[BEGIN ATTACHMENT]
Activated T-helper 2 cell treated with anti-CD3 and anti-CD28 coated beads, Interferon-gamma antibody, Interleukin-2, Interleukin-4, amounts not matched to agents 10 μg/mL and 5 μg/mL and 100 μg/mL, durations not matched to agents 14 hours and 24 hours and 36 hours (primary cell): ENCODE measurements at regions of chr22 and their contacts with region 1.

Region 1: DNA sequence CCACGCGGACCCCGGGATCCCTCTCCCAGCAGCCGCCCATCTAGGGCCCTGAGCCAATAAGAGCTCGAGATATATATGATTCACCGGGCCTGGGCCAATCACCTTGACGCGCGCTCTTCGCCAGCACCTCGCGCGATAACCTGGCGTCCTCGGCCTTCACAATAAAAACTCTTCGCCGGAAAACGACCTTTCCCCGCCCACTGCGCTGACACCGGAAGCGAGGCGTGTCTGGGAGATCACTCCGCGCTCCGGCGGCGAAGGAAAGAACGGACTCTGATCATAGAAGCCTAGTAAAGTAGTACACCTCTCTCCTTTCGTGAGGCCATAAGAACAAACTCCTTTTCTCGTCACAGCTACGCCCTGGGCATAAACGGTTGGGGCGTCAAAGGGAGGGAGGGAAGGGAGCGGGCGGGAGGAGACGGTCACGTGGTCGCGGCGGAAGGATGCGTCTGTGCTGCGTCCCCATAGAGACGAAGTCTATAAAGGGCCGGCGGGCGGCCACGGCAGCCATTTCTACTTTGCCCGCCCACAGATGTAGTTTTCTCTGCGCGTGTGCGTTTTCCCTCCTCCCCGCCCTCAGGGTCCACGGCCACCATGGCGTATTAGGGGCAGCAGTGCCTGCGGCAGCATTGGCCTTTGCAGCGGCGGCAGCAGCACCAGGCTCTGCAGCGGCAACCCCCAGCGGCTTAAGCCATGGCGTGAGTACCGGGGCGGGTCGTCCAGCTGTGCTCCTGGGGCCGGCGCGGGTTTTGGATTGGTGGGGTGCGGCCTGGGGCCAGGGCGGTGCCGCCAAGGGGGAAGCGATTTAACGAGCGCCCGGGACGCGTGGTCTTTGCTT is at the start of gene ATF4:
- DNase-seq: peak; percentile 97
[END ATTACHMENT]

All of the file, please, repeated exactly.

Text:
Activated T-helper 2 cell treated with anti-CD3 and anti-CD28 coated beads, Interferon-gamma antibody, Interleukin-2, Interleukin-4, amounts not matched to agents 10 μg/mL and 5 μg/mL and 100 μg/mL, durations not matched to agents 14 hours and 24 hours and 36 hours (primary cell): ENCODE measurements at regions of chr22 and their contacts with region 1.

Region 1: DNA sequence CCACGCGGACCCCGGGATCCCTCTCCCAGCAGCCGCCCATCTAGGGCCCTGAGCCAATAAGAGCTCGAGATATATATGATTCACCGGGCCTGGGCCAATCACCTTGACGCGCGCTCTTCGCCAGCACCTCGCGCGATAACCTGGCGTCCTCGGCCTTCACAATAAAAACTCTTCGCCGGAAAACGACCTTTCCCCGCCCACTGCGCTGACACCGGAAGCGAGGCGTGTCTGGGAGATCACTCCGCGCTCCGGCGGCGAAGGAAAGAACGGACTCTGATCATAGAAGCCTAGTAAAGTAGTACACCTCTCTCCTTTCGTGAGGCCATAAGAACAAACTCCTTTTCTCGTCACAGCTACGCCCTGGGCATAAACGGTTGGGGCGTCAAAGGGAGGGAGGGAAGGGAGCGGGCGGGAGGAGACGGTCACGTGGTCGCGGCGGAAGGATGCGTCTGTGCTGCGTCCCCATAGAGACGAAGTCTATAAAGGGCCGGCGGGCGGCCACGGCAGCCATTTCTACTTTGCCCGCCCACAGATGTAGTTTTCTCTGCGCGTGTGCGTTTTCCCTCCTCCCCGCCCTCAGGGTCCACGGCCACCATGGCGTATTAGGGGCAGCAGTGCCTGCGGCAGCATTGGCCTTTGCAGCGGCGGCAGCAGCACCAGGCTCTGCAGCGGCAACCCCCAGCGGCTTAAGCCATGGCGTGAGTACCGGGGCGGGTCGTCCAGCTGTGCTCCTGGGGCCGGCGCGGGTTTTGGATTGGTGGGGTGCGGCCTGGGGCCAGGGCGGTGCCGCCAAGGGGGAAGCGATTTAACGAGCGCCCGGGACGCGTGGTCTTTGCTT is at the start of gene ATF4:
- DNase-seq: peak; percentile 97